marginal costing
Limitations include out-of-date standards; inappropriate
absorption of fixed overheads into cost units; and focus on
price at expense of other more important issues (j-i-t)
Sample Variance Analyses
Sales Volume Variance
The difference between the profit as shown in the flexed
budget and the actual profit
Flexed Budget:
Actual Figures
Profit :
Profit:
Sales Volume Variance:
£30,000
£12,000
£18,000 Adverse
Sample Variance Analyses
Direct Material PRICE variance
(Actual material purchased x standard price) less Actual
cost of material purchased
Direct Material USAGE variance
(Standard quantity of material required for actual
production x standard price) less (Actual material x
standard price
Total Direct Material variance
Standard direct material cost less Actual direct material
cost
Relationship between the total, usage and price
variances of direct materials
Total direct materials variance
Direct
materials
usage
variance
Direct
materials
price
variance
Relationship between the budgeted and actual profit
Budgeted profit
plus
All favourable variances
minus
All adverse variances
equals
Actual profit
Key elements for budgetary control
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Achievable yet rigorous targets
Accurate, relevant, customised and timely reporting
Short reporting periods (e.g. one month)
Clear lines of responsibility
Accountability
Action taken to control operations
Flexibility where appropriate
Serious attitude from higher management towards
importance, relevance and accuracy of budgets
Section C:
Behavioural Issues
Budgets – Behavioural issues
Budgets are often:
 Restrictive; it becomes more difficult to take advantage of
opportunities since the expenditure has already been
allocated.
 Inflexible; money often needs to be spent within a
particular time-frame. It discourages managers from
thinking strategically.
 Seen as a maximum instead of a target
 Prone to end-of-year expenditure ‘binges’
 Catalysts for organisational conflict
Budgets - Behavioural issues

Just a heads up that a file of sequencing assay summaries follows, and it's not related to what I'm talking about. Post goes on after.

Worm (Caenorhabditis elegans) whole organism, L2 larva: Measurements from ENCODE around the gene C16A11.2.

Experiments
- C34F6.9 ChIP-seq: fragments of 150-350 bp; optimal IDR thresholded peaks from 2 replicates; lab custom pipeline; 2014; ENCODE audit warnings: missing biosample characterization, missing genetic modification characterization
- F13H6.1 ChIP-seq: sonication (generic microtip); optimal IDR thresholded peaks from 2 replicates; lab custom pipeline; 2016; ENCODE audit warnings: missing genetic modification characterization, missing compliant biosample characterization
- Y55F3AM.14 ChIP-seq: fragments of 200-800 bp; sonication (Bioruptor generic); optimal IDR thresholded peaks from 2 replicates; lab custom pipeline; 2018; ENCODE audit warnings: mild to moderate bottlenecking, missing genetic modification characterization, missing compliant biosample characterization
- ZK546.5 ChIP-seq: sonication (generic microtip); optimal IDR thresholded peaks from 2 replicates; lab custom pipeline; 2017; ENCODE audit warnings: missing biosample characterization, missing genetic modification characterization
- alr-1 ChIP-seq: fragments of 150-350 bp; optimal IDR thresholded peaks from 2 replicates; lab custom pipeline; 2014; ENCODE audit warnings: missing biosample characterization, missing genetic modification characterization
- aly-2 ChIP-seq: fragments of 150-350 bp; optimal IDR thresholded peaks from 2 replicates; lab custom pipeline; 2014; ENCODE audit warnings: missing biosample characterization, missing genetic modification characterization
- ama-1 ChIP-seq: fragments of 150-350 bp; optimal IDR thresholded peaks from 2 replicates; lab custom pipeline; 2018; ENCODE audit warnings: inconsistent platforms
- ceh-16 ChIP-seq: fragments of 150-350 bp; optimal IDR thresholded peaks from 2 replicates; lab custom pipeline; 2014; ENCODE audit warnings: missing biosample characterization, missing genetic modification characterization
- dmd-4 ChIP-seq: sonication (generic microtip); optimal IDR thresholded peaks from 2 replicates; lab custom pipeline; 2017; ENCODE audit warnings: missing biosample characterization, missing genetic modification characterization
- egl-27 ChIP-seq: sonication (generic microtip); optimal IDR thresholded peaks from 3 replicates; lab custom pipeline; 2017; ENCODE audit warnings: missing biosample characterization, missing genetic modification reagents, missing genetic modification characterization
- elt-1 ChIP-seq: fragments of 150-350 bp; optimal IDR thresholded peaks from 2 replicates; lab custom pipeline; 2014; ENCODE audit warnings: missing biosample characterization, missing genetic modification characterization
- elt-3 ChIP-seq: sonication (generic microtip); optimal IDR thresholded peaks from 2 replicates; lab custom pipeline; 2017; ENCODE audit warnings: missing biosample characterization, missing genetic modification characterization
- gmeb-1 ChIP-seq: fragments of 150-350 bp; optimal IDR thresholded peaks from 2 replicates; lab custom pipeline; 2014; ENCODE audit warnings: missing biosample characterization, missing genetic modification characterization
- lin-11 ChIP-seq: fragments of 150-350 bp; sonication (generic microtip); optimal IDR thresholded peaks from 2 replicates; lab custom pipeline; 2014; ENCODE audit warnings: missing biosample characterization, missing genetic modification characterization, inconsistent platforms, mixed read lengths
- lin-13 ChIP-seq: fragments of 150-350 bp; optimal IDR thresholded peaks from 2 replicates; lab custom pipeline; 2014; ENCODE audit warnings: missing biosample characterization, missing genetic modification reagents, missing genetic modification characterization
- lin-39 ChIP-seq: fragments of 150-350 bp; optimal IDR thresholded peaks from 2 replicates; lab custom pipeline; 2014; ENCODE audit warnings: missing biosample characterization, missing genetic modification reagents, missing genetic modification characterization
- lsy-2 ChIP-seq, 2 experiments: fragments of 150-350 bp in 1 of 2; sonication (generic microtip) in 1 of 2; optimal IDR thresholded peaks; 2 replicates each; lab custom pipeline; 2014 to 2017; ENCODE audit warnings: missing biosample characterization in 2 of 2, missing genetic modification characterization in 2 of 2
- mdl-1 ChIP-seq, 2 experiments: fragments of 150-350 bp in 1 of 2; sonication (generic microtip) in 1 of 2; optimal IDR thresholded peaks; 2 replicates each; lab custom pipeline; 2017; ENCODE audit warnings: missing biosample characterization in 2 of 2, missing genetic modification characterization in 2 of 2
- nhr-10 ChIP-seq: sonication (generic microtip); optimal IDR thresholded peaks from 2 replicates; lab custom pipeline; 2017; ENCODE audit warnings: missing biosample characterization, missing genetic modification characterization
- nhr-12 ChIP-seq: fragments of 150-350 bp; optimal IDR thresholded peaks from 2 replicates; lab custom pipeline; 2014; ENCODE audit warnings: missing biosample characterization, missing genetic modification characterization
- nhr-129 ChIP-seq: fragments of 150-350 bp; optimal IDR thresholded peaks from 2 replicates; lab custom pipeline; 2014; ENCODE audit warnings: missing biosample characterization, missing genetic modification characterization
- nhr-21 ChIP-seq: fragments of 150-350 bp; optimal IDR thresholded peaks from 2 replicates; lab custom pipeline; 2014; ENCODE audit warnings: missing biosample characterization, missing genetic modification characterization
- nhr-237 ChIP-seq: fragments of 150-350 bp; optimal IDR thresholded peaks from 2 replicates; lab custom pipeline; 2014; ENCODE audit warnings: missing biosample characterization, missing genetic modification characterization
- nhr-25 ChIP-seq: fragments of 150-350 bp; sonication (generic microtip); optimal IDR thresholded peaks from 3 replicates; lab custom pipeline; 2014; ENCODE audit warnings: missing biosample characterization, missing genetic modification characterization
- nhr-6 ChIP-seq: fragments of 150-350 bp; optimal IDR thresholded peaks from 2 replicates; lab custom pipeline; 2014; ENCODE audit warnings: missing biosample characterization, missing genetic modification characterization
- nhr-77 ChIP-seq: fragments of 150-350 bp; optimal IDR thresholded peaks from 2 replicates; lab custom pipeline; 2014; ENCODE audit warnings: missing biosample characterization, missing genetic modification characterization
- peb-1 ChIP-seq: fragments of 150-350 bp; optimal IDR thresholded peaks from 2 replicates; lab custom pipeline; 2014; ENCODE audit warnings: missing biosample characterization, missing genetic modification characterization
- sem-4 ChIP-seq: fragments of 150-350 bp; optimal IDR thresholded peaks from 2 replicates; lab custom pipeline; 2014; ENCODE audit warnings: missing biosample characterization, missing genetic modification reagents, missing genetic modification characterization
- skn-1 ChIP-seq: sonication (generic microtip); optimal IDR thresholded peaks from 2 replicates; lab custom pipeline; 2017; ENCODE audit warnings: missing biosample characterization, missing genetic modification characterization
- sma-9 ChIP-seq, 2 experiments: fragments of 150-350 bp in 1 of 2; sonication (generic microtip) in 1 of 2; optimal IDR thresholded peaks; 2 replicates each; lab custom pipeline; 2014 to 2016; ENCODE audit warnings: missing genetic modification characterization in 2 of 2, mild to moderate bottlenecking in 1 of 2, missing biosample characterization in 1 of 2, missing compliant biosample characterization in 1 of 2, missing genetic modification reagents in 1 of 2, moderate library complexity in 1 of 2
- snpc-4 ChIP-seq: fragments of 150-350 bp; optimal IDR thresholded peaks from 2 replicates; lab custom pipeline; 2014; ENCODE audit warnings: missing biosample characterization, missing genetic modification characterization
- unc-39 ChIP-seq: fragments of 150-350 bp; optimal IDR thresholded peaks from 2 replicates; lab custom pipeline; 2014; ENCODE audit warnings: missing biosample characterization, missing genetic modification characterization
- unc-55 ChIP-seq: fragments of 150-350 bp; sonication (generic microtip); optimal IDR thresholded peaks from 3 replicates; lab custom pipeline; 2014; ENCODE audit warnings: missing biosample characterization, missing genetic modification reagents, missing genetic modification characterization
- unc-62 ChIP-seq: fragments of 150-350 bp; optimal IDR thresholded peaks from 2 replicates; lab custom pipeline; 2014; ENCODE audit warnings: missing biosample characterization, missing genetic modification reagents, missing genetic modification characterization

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Budgets must be seen as attainable. Highest performance
is achieved by setting the most difficult specific goals
which are acceptable to manager
Control information must be understood
Aims of budgets must be understood
Participation in setting processes is crucial to acceptance,
job satisfaction and motivation
Participation is also likely to increase accuracy
Participation should decrease distortion and
manipulation... but may not as managers may deliberately
introduce ‘slack’ (I.e. deliberately over-or under estimate
items during the budget-setting negotiations)
Budgets for performance evaluation
Where evaluation of performance is based on the ability
of the manager to meet the budget a range of factors
occurs:
• Rigidity – the manager feels straitjacketed by the
budget, and restrained from taking risks, as this might
create adverse variances.
• Fixation- There is a focus on budget at expense of
other criteria
• Manipulation: Figures are often ‘massaged’ or
distorted in order to present the department in the best
light.
• Exaggeration: Introduction of slack during budgetsetting processes
Activity Two
A Sales Manager believes that she could reach her
overall sales budget target by reducing prices and selling
a higher volume of units.
Why might it not be sensible for her to do so?
What overall issues does this raise about budget
monitoring and control?
Activity Two Solution 1
A Sales Manager reaches her overall sales budget target by reducing
prices and selling a higher volume.
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This is not sensible because:
Production targets will have been set in the production
budget; this will involve budgeting for raw materials and
labour etc. Suddenly selling more will cause problems
elsewhere; this will mean that higher stock levels will be
required, and may cause problems with debtors.
Similarly, reducing prices will reduce profitability. This will